Agriprocessors official testifies to getting cash salaries to avoid taxes
By JENS MANUEL KROGSTAD • Waterloo-Cedar Falls Courier
SIOUX FALLS, S.D. --- Defense attorneys of Sholom Rubashkin battled on Monday with a former Agriprocessors lead accountant who testified Rubashkin played a part in a multimillion dollar bank fraud scheme.
Mitchell Meltzer, a chief financial officer at the kosher meatpacking plant when he was fired in March 2009, testified he and four other employees received at least some of their salaries in cash to avoid taxes.
Meltzer said he also shifted expenses around to conceal purchases from the bank and created false invoices he and former financial officer Toby Bensasson called "tootsies."
When it came time to submit financial reports to the bank, Meltzer said Rubashkin had the final say on the numbers.
First Bank Business Capital sent the kosher meat plant four loan payments totaling $3.45 million after a May 2008 immigration raid resulted in the arrest of one-third of its workers.
"Sometimes he would offer changes, and they made them," he said. "He usually wanted more income."
Defense attorney F. Montgomery Brown hammered away at Meltzer, painting him as a dishonest man who stole money from the company and lied on his resume.
When Meltzer said he cashed a few checks as a favor to Rubashkin, Brown pounced.
"You kept the money," he said.
"Absolutely not," Meltzer responded.
"You fleeced the company, didn't you?" Brown said.
Brown quizzed him on why his Facebook page indicated he was Agriprocessors chief financial officer for more than 12 years, even though he only held the title from November 2008 to March 2009.
Brown followed up by suggesting he had a reputation for exaggeration in the community, and prosecutors offered the last of many objections during the line of questioning.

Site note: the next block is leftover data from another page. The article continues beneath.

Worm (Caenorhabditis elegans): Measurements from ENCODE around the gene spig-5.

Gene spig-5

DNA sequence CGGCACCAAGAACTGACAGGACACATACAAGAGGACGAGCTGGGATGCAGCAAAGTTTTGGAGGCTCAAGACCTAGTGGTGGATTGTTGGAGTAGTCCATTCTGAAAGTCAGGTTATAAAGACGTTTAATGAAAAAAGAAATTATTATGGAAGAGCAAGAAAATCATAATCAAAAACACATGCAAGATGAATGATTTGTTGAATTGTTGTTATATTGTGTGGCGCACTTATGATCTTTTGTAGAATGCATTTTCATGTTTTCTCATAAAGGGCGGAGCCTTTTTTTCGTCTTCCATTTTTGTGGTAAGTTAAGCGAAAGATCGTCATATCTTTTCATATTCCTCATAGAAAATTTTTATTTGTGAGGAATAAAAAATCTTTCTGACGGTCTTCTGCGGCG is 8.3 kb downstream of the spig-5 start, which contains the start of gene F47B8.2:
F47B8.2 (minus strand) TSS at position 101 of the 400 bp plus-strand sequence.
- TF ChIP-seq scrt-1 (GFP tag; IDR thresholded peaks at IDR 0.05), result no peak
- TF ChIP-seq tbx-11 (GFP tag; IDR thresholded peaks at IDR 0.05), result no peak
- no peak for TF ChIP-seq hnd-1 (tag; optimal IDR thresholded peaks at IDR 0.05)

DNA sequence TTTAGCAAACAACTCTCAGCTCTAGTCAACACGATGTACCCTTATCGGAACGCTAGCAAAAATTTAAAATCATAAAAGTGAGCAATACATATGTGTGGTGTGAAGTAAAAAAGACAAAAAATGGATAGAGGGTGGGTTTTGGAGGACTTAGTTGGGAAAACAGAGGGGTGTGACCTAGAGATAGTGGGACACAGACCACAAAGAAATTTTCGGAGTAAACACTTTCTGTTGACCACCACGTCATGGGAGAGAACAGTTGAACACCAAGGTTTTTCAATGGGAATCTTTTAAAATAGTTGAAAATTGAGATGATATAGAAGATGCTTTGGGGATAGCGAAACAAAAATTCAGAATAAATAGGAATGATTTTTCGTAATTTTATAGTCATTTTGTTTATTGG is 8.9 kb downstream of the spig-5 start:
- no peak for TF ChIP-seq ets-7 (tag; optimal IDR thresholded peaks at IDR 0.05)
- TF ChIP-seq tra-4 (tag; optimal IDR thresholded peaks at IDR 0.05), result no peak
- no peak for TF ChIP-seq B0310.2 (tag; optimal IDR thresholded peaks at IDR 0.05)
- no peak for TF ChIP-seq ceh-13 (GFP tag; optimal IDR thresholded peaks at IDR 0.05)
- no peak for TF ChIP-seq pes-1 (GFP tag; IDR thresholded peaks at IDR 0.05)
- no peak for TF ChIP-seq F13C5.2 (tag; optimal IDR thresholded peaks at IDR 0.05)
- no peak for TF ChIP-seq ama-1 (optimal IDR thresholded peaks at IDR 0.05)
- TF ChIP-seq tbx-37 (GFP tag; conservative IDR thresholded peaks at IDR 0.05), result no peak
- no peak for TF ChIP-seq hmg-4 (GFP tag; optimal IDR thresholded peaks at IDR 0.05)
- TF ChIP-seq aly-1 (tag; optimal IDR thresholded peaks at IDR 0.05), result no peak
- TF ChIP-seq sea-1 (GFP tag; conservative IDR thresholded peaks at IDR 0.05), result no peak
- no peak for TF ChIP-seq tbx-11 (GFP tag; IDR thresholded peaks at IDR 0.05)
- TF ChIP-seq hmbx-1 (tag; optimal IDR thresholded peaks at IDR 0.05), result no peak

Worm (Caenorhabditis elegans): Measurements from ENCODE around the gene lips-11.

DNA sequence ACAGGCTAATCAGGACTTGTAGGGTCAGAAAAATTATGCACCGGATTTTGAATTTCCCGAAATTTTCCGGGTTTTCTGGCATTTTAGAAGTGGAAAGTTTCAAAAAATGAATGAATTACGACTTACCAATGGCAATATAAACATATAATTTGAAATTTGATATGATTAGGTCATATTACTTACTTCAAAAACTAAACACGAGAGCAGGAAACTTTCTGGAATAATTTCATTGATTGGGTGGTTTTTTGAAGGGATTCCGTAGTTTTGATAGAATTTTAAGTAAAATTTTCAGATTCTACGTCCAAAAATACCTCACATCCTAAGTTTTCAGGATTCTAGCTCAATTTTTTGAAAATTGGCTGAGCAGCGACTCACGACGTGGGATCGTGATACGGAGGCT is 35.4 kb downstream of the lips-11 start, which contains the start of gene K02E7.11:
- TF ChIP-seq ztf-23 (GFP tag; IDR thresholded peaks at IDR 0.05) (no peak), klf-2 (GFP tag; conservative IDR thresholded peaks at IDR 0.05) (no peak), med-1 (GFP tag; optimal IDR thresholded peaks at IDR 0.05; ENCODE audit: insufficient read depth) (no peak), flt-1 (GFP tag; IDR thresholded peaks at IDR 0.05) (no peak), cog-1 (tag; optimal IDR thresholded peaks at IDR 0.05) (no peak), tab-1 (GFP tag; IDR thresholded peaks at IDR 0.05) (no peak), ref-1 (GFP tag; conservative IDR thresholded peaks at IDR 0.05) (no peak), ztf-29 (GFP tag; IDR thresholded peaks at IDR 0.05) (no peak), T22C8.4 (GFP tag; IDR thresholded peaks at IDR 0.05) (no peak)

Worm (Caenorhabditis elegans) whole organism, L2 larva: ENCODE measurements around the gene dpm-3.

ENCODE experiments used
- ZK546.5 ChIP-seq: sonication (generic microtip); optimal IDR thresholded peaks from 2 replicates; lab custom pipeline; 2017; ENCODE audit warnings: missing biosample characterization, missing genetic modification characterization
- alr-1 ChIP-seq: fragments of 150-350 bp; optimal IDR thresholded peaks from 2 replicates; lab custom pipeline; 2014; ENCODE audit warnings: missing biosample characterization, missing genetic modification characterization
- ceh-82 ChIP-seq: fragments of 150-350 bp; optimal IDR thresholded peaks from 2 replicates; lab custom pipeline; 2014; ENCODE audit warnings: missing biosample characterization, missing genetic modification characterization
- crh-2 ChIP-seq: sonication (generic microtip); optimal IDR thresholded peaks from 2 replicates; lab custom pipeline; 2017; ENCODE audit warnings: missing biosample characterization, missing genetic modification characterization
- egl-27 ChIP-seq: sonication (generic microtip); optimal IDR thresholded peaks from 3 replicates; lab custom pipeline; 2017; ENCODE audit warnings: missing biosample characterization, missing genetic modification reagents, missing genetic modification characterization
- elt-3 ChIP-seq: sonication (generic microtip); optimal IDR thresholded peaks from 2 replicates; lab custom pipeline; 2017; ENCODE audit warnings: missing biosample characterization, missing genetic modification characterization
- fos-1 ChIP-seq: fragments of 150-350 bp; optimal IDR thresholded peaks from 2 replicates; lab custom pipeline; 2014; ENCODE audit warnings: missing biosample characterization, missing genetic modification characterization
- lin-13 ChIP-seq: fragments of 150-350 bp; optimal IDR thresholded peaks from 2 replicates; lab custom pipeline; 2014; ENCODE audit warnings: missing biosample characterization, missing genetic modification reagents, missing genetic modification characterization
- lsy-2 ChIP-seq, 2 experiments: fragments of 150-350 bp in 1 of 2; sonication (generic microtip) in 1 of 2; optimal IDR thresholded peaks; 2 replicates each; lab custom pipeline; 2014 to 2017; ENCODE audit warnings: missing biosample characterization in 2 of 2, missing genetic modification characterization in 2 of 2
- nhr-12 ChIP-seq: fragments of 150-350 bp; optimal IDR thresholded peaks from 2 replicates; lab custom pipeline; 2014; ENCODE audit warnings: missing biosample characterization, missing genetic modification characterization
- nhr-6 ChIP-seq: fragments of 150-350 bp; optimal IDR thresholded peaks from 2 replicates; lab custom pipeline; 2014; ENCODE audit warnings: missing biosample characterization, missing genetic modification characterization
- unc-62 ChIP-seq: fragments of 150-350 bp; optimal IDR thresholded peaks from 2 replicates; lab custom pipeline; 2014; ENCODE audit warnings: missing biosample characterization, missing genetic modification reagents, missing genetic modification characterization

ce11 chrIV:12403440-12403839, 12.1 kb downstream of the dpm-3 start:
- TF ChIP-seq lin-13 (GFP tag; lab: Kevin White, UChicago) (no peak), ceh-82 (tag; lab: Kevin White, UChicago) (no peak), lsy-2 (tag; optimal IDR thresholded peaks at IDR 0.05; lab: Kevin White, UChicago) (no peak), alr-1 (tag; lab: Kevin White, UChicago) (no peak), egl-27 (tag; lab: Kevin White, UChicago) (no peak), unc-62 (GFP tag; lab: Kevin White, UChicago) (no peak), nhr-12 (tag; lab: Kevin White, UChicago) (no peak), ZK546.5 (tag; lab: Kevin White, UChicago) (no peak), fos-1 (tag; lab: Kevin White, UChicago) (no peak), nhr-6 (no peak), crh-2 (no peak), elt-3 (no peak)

"Let's not argue during questioning; let's move on," U.S. District Judge Linda Reade said.
Two high-level employees of companies that bought most of their kosher meat from Agriprocessors said they refused to pay some bills because the plant's invoices didn't match their records.
Albert Barel, controller at Los Angeles-based City Glatt, said when the trustee of Agriprocessors in January called bills from 2007 and 2008 past due, his company balked. City Glatt asked for proof of delivery, but the plant could not produce any records.
"We saw there were a lot of invoices not in our records, so we did not pay," he said.
Steve [Tzvi] Cohen, president of Twin City Poultry, offered similar testimony.
He said none of the invoices from November 2007 to October 2008 obtained from Agriprocessors showed up in his company's records.
Government lawyers presented their first witness for charges Rubashkin violated a 2002 federal order to pay cattle providers within 24 hours of a sale.
Prosecutors used a 1921 law, the U.S. Packers and Stockyards Act, for the charges. It is the first time in history criminal charges have been sought under the law.
Adam Fast, a senior auditor in Des Moines for the U.S. Department of Agriculture, testified Rubashkin certified an annual report in 2002, the same year Agriprocessors allegedly failed to pay for livestock in a timely manner.
On cross-examination, defense attorney Guy Cook said Rubashkin's name did not appear in the complaint, and in a consent agreement resolving the case Agriprocessors did not admit to any of the allegations.